On top of the tower is the Torch of Remembrance which is lit up at night.

Later we head off to Penguin, named in the 1850s after the colonies of fairy penguins which frequented the local beach every night. In the middle of town is the eponymous statue, The Big Penguin, standing three metres high and erected to commemorate the town’s centenary in 1975.

The drive along the Ulverstone to Penguin road, which winds around rocky capes and rugged coves is one of the most picturesque in the area. Many visitors reckon the coastal road trip from Ulverstone all the way through the bustling port of Burnie to historic Stanley is equal only to Victoria’s Great Ocean Road.

Giant statue dominates the main street of Penguin..attracts local birdlife and tourists alike

You actually need to spend several days to visit most of the other great sights along this coastline but we were determined to spend some time in the township of Stanley.

Along the way, and after gazing in awe at the colourful tulip farms winding along the cliffside farms, we stop for coffee at the beautiful Boat Harbour settlement which is famous for its silvery-white sandy beaches and deep, crystal clear aquamarine waters

Stanley itself is breathtaking as it huddles under the vast bulk of the volcanic plug affectionately named The Nut. It was originally named Circular Head by Bass and Flinders when they discovered it in 1798 and rises to a height of 143 metres.

There’s a chair lift for the adventurous who want to climb up to the rock’s flat top but we’re content to stroll around the township and visit Stanley’s other famous landmark, the cottage of Joe Lyons, Tasmania’s only Prime Minister of Australia.

Lyons served as Premier of Tasmania from 1923 to 1928 and as Prime Minister from 1932 to 1939. His wife Dame Enid was the first woman to be elected to the House of Representatives and was Australia’s first woman Cabinet Minister.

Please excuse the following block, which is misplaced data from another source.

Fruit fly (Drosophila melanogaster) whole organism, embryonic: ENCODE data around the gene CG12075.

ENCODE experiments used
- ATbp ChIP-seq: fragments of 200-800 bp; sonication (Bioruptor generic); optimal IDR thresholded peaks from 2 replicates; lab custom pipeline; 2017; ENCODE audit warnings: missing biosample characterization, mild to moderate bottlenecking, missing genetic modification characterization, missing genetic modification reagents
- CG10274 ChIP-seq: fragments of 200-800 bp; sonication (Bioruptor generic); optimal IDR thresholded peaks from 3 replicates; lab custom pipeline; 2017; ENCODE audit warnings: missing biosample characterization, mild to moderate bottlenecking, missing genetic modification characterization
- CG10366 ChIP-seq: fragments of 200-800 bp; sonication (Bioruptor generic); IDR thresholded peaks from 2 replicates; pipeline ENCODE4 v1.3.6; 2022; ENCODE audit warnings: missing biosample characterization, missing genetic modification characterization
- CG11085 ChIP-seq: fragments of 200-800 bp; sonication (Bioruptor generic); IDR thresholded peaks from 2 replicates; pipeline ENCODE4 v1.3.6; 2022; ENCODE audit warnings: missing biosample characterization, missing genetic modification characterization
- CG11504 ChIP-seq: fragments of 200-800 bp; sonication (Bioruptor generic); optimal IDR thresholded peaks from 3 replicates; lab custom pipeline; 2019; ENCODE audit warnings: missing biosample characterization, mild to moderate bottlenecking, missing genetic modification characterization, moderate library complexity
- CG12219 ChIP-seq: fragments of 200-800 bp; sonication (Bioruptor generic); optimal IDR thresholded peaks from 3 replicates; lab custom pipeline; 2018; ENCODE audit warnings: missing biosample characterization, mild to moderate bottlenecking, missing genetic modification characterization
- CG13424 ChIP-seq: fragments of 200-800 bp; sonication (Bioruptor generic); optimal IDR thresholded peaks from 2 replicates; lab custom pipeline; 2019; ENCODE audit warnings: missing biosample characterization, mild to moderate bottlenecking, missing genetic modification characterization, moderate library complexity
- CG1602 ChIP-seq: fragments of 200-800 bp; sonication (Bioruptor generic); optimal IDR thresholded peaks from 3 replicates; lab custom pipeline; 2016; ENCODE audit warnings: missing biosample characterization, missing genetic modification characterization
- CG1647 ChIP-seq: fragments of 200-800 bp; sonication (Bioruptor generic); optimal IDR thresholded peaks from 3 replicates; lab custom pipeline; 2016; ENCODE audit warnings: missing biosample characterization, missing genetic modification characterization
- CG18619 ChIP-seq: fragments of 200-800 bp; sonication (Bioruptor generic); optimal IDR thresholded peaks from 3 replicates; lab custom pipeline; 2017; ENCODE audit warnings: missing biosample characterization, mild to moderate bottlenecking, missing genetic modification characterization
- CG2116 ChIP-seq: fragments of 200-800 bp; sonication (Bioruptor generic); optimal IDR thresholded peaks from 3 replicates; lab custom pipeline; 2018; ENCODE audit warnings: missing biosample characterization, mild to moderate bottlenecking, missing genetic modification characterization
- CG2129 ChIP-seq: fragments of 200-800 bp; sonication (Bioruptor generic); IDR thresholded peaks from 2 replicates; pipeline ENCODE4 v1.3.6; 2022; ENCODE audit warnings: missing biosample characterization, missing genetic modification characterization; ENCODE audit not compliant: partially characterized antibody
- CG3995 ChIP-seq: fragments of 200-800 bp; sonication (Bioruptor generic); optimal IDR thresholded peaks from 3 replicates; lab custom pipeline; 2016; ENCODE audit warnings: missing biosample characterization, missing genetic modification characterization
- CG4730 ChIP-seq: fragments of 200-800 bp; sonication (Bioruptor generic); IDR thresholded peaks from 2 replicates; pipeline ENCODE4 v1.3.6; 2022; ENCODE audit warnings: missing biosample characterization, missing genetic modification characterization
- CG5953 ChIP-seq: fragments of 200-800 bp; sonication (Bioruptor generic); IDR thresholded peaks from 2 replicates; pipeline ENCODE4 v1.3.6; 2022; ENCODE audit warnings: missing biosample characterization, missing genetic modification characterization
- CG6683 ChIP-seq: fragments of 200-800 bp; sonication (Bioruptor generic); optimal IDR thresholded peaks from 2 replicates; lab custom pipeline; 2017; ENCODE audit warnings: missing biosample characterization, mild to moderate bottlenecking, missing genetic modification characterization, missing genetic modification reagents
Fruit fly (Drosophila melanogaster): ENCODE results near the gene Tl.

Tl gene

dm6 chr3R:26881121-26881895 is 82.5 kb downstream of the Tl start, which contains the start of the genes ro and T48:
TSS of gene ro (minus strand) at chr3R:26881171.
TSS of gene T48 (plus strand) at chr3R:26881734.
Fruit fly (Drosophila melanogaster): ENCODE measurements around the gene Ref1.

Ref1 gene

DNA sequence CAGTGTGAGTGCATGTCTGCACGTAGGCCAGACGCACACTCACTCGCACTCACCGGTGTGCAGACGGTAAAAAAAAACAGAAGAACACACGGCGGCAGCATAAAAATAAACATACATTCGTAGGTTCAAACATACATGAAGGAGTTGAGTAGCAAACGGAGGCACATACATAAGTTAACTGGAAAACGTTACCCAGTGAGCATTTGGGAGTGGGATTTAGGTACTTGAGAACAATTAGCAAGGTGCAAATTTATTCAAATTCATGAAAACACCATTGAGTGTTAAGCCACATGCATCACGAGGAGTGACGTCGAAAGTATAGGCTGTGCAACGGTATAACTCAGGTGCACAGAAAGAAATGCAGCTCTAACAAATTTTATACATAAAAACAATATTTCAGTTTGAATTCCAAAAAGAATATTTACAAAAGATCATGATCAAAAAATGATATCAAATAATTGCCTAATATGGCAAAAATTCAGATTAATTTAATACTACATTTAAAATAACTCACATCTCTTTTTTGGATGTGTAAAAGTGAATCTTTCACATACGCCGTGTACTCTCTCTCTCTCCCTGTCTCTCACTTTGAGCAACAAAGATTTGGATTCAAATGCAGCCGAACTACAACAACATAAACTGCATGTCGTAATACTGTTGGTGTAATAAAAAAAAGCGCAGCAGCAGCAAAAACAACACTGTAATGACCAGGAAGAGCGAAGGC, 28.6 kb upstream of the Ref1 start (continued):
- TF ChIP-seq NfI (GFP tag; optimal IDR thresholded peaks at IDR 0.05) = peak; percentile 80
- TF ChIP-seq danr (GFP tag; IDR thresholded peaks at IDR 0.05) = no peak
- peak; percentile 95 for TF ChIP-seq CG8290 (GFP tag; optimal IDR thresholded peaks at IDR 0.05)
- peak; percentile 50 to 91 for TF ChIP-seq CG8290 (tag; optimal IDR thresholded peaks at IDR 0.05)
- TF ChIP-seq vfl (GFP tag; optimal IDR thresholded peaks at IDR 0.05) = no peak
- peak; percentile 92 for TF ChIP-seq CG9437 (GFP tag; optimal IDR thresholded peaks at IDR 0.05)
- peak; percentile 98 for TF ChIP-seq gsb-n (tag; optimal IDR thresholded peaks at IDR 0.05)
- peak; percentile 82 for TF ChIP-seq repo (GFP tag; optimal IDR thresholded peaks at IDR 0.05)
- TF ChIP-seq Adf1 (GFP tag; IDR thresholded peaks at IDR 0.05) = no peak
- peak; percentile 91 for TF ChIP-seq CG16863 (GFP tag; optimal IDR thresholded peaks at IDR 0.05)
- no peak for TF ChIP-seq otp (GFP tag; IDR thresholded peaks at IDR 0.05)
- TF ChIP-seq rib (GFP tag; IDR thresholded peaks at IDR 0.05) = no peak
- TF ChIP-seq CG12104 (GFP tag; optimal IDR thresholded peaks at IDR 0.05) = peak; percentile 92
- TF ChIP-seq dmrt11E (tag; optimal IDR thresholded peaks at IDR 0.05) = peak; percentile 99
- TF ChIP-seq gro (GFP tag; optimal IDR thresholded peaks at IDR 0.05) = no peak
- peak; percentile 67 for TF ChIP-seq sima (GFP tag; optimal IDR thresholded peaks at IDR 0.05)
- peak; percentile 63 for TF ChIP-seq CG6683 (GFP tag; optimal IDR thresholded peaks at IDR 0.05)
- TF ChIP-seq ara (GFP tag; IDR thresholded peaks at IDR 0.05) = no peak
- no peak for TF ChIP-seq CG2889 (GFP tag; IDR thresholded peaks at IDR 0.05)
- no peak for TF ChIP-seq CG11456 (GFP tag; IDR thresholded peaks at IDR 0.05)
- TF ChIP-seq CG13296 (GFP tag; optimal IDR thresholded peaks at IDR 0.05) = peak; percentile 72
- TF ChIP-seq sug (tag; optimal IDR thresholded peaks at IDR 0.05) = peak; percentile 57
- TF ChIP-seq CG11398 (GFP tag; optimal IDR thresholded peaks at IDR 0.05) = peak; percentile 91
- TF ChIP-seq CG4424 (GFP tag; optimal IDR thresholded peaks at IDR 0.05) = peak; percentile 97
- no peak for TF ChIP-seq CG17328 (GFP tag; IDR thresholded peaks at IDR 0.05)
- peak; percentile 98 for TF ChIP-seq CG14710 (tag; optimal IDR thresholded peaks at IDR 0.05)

Joe’s humble birthplace is a charming split paling cottage furnished in the Lyons’ era and houses a valuable collection of enlarged photographs of the life and times of their family.

Stanley was first settled as a harbour but gales and treacherous seas soon turned it into a graveyard for shipping and now only fishing trawlers tie up at its still-existing wharf.

Stunning panorama of tulip fields at Table Cape, along Tasmania’s north-west coast

The town also has a fascinating Discovery Museum nearby which features items of interest from the first days of settlement in 1858, marine history and artefacts and relics from ships.

Stanley boasts many wonderful pubs such as the Commercial Hotel and the Stanley Hotel and coffee shops offering mouth-watering delicacies and country-style meals.

Back at Ulverstone, we learn that another historic township, Sheffield, is only a short drive away too and worth a visit because of its famous murals, depicting the history of the place and scenes from its colonial past.

We’ve run out of time to visit the island’s most famous landmark, Cradle Mountain, but we’ve promised ourselves we’ll soon be back on Tassie soil and we’ll head straight there to that awesome national park, one of the most dramatic in Australia.


Main Picture: The massive bulk of The Nut, an ancient volcanic plug towers over the historic township of Stanley.